Commendation for Faithfulness

III John 1 - 8

The Third Epistle from the pen of the Apostle John is addressed to a Christian brother by the name of Gaius, who seems to be the very epitome of truth and Christian brotherhood. He must have been a very special person in the acquaintance of the writer. He speaks of him in very endearing terms some three times in the space of eight verses. He uses the term, "beloved," which is a strong and most enviable title, marking the character by which he was generally and cordially known.

1. Salutation and Prayer for Gaius - 1 - 2

"The elder unto the well-beloved Gaius, whom I love in the truth. Beloved, I wish above all things that thou mayest prosper (euodousthai from eu = good + odoo = way) and be in health, even as thy soul prospereth." This greeting or wish is in the form of a prayer that reveals much about Gaius. He is not only deeply loved by the apostle, but his spiritual health is better than his physical condition. John was praying that his physical strength might match his spiritual stamina and prosperity. Dare we pray this prayer for our fellow Christians? Most of the time if our physical condition paralleled our spiritual condition, we would be upon the bed of affliction and near death.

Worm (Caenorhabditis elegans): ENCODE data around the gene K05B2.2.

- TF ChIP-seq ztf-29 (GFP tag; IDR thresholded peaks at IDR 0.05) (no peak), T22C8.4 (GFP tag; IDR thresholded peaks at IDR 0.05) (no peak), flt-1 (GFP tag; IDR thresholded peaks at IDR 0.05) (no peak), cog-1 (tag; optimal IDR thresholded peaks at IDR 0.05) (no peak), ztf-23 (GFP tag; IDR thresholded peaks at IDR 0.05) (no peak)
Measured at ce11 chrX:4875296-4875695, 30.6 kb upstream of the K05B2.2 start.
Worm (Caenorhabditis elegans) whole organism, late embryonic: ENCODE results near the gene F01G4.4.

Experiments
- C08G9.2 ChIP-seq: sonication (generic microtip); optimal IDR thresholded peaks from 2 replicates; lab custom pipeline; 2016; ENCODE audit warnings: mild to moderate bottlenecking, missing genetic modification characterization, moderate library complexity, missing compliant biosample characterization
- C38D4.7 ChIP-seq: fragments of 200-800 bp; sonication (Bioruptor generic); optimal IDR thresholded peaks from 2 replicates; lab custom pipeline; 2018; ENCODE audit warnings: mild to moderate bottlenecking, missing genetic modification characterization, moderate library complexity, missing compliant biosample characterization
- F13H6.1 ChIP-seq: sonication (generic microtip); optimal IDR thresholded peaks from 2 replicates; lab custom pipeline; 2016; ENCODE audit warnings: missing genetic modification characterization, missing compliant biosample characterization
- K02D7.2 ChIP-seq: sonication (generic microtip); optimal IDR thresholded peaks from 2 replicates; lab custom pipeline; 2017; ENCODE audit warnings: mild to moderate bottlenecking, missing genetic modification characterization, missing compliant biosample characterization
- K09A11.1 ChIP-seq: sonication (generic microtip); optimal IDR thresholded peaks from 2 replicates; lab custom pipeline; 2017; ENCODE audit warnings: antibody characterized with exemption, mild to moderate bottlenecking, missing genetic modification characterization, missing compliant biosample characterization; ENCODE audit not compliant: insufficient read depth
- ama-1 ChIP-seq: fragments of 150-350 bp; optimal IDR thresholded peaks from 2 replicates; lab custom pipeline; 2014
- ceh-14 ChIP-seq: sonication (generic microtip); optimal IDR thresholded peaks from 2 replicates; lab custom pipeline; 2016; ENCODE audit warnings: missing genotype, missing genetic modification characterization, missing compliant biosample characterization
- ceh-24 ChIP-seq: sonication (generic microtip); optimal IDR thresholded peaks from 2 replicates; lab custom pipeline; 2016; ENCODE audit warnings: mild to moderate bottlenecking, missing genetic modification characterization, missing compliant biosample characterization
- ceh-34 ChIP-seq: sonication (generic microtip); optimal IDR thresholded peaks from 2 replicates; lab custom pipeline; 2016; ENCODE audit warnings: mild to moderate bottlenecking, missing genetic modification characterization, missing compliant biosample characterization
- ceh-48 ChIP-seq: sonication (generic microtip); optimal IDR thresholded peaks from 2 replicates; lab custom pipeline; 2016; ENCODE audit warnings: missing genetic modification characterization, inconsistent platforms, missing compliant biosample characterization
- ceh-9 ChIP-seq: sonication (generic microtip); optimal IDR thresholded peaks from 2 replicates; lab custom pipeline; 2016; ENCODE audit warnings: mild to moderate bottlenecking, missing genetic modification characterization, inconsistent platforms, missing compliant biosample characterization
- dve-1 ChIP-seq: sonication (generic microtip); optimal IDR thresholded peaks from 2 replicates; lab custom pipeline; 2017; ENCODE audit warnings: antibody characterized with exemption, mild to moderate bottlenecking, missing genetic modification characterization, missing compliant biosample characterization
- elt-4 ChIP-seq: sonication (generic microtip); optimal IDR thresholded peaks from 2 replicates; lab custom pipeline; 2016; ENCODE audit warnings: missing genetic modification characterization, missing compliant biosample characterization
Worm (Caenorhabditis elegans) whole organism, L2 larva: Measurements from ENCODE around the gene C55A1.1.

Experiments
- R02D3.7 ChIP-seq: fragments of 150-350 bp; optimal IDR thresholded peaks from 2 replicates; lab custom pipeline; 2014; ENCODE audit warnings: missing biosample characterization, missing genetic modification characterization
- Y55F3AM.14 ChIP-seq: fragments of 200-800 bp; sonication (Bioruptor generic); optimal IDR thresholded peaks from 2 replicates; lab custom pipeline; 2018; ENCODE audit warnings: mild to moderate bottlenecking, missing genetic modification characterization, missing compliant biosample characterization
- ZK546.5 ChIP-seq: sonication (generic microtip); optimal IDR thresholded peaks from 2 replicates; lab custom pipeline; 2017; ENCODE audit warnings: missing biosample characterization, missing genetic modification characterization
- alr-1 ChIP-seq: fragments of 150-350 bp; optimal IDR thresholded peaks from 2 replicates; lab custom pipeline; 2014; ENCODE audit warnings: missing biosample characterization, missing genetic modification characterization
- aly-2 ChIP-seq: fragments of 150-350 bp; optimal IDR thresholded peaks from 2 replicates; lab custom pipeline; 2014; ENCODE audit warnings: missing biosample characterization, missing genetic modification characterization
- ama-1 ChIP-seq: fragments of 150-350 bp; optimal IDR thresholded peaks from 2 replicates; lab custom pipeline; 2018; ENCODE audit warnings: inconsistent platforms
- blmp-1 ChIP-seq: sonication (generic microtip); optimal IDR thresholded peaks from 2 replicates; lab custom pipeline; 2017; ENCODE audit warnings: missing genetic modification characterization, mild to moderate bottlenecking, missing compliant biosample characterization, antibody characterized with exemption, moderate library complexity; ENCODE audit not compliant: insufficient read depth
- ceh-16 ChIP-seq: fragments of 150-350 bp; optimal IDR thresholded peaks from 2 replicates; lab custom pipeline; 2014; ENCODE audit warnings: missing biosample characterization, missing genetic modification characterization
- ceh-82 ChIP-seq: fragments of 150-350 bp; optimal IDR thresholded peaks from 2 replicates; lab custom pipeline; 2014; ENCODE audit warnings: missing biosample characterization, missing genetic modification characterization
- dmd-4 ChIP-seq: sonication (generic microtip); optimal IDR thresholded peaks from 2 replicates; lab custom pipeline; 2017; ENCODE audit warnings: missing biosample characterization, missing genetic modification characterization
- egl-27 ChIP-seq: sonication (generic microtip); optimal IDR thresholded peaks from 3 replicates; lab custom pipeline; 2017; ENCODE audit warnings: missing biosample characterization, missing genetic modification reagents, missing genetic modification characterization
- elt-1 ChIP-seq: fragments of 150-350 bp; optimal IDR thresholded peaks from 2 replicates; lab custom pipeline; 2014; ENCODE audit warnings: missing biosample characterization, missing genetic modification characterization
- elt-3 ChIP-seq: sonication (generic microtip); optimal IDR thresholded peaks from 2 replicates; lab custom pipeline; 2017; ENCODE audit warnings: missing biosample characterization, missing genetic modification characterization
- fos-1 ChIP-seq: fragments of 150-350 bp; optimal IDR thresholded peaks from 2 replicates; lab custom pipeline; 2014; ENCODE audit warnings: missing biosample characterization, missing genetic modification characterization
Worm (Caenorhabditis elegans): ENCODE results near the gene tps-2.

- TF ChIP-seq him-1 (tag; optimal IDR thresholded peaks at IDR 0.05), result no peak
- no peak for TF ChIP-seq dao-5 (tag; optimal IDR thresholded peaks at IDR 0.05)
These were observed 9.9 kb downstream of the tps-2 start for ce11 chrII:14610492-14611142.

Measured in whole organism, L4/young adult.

Spiritual prosperity is so much more importance than material progress and success. There are multitudes of people who are deeply concerned about the health of their bodies and who bestow the utmost care on the needs of their bodies, but they never give a thought to the health of their souls. Mankind is so concerned that the body is properly nourished and that he must have three meals a day, while he goes unfed spiritually and wonders why God withholds His spiritual blessings upon him. When a child of God fails to read God's Word and when he fails to worship God on the Lord's Day, malnutrition of the soul will develop, and he will become spiritually bankrupt. John prayed that Gains' bodily health and general prosperity may match the prosperity of his soul.

2. Commendation of Gains - 3, 4

"For I rejoiced greatly, when the brethren came and testified of the truth that is in thee, even as thou walkest in the truth. I have no greater joy than to hear that my children walk in truth." Traveling brethren had reported to John the graciousness of Gaius and his walk in the truth. Because Gaius remained firm in the gospel, it afforded John much joy when the brethren spoke so highly of the sincerity and fidelity of his life. His practical life was in perfect harmony with his profession of Christ and his acceptance of the doctrine of Christ. He was a man in whom the divine truth lived which gives convincing evidence that he has life from God. The truth is IN HIM, and he walks IN THE TRUTH.